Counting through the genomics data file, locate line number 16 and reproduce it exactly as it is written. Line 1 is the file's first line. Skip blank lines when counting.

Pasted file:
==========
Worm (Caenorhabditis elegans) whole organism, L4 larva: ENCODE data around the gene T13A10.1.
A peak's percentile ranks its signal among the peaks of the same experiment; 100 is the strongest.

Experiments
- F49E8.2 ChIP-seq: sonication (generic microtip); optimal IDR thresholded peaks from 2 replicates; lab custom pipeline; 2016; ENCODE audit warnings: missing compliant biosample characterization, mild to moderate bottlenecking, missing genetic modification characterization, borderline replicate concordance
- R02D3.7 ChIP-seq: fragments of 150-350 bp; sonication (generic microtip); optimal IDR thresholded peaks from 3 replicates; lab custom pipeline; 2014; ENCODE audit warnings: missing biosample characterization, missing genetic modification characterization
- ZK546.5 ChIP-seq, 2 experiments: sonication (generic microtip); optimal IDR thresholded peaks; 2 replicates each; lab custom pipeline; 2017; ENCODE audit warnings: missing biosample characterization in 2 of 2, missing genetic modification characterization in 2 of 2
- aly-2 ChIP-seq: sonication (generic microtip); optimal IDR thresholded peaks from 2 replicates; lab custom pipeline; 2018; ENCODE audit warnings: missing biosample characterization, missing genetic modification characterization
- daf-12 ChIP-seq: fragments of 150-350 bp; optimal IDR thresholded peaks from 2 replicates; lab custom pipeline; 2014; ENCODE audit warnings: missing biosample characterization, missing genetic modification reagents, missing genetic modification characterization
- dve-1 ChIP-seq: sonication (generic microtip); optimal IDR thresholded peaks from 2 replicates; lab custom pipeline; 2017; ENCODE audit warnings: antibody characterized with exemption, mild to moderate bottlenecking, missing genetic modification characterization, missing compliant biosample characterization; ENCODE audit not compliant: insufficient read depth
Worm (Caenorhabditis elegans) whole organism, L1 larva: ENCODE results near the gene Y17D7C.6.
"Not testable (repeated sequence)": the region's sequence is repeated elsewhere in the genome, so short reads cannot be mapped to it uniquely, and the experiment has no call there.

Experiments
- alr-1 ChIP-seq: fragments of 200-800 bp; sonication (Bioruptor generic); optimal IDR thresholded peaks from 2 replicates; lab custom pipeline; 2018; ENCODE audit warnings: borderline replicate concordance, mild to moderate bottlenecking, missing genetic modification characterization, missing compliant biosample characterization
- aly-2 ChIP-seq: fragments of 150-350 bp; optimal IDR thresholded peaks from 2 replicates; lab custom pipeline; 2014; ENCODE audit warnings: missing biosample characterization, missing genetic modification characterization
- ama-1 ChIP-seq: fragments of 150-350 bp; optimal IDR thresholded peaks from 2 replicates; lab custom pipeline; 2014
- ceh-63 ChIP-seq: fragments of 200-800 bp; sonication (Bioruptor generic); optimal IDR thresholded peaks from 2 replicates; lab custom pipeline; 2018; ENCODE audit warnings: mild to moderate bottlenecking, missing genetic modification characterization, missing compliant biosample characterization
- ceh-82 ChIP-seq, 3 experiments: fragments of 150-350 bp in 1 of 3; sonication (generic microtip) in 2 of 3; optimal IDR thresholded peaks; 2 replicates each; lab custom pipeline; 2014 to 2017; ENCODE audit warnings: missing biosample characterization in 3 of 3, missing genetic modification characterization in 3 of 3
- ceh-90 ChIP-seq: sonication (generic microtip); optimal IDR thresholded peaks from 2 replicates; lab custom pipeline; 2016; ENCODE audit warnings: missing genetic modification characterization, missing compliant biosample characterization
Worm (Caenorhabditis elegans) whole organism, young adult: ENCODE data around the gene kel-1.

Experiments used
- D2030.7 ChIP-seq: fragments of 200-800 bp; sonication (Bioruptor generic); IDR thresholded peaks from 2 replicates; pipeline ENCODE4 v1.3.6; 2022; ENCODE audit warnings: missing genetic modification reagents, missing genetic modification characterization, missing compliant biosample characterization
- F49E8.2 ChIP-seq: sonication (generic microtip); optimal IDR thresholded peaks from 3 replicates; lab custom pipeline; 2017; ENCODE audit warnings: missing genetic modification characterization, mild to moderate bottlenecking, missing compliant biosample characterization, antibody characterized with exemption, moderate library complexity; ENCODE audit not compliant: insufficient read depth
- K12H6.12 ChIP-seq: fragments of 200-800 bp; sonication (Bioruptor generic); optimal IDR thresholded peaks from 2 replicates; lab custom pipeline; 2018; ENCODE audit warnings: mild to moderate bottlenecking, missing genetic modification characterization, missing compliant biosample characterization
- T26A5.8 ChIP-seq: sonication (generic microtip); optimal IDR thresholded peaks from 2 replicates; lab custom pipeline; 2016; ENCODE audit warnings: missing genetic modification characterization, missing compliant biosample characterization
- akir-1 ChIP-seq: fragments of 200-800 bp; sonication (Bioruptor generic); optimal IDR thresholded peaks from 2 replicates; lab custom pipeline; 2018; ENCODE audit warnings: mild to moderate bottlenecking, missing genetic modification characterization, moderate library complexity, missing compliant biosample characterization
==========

- ceh-63 ChIP-seq: fragments of 200-800 bp; sonication (Bioruptor generic); optimal IDR thresholded peaks from 2 replicates; lab custom pipeline; 2018; ENCODE audit warnings: mild to moderate bottlenecking, missing genetic modification characterization, missing compliant biosample characterization